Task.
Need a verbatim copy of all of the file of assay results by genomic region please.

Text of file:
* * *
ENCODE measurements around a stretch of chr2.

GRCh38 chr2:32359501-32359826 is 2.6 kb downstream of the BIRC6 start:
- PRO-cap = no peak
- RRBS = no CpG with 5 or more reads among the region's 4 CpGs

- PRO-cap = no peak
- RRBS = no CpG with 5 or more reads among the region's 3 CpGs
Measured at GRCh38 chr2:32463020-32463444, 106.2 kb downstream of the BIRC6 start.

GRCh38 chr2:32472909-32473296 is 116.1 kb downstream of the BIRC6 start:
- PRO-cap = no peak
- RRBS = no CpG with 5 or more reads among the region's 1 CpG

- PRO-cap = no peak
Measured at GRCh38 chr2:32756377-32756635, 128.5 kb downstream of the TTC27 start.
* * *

ENCODE measurements around a stretch of chr2.

GRCh38 chr2:32359501-32359826 is 2.6 kb downstream of the BIRC6 start:
- PRO-cap = no peak
- RRBS = no CpG with 5 or more reads among the region's 4 CpGs

- PRO-cap = no peak
- RRBS = no CpG with 5 or more reads among the region's 3 CpGs
Measured at GRCh38 chr2:32463020-32463444, 106.2 kb downstream of the BIRC6 start.

GRCh38 chr2:32472909-32473296 is 116.1 kb downstream of the BIRC6 start:
- PRO-cap = no peak
- RRBS = no CpG with 5 or more reads among the region's 1 CpG

- PRO-cap = no peak
Measured at GRCh38 chr2:32756377-32756635, 128.5 kb downstream of the TTC27 start.